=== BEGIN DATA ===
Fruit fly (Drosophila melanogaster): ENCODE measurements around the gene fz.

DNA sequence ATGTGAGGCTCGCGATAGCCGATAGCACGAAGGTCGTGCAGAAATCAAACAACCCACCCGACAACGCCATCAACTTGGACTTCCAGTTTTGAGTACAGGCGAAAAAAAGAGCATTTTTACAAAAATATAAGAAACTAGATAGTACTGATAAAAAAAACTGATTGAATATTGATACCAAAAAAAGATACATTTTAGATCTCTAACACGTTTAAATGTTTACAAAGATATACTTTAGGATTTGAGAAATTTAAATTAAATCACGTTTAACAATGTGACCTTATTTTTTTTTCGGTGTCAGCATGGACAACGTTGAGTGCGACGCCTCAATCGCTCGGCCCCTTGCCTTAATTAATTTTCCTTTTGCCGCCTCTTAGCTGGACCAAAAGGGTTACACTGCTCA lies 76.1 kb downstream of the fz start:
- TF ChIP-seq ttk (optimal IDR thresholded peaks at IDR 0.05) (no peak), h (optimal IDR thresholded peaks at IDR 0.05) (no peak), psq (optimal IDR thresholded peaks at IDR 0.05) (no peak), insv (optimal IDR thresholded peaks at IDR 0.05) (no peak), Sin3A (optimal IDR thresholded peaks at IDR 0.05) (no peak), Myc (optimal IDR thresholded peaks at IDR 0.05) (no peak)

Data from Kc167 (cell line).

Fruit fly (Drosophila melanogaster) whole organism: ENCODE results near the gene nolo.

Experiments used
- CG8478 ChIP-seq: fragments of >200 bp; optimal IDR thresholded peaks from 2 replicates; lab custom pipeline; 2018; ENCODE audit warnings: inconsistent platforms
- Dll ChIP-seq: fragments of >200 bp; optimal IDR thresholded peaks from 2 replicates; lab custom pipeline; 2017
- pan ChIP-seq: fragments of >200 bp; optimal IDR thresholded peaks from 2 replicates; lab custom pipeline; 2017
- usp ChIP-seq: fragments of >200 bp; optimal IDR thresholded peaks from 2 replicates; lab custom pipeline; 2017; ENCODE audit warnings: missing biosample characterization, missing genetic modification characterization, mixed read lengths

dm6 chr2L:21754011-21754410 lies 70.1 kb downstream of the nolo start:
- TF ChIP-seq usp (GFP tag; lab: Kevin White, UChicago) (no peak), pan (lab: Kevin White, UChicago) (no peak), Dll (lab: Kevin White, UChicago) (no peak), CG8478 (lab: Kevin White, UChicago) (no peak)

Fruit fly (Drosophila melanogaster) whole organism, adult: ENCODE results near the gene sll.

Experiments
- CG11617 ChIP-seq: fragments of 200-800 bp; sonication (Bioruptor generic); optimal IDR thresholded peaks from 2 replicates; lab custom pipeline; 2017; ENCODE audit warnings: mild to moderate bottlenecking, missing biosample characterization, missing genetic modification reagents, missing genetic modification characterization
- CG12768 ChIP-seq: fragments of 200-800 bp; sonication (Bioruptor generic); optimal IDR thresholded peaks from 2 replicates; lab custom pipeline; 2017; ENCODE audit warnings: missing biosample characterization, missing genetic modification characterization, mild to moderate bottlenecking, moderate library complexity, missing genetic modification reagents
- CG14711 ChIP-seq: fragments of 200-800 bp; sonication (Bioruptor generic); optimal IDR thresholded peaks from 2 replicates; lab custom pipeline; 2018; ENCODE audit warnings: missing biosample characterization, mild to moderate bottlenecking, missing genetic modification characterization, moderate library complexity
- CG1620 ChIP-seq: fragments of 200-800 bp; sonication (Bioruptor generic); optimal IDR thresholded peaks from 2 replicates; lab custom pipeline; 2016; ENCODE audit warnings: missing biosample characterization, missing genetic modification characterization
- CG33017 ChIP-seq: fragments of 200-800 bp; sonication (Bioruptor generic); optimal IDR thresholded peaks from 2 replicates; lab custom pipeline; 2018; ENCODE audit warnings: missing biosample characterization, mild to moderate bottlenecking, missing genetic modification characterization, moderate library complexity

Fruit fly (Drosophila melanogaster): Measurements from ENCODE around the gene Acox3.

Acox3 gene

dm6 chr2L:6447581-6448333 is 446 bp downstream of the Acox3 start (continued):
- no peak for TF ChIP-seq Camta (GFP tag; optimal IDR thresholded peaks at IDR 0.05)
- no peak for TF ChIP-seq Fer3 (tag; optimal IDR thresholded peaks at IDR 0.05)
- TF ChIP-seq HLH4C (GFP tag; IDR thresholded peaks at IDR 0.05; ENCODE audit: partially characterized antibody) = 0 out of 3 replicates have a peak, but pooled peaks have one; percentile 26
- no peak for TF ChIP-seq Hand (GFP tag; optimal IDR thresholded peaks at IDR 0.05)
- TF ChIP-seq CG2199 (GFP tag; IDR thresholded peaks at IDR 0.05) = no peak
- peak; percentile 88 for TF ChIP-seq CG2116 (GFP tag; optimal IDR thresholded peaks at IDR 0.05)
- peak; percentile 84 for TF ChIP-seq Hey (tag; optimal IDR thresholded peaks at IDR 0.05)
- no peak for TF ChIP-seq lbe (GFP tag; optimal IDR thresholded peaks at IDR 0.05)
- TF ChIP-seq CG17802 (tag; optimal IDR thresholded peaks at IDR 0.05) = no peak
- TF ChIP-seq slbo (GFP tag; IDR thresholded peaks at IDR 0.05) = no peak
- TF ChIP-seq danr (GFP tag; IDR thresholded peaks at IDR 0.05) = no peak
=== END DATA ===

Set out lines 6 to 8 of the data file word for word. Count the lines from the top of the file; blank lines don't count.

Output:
Experiments used
- CG8478 ChIP-seq: fragments of >200 bp; optimal IDR thresholded peaks from 2 replicates; lab custom pipeline; 2018; ENCODE audit warnings: inconsistent platforms
- Dll ChIP-seq: fragments of >200 bp; optimal IDR thresholded peaks from 2 replicates; lab custom pipeline; 2017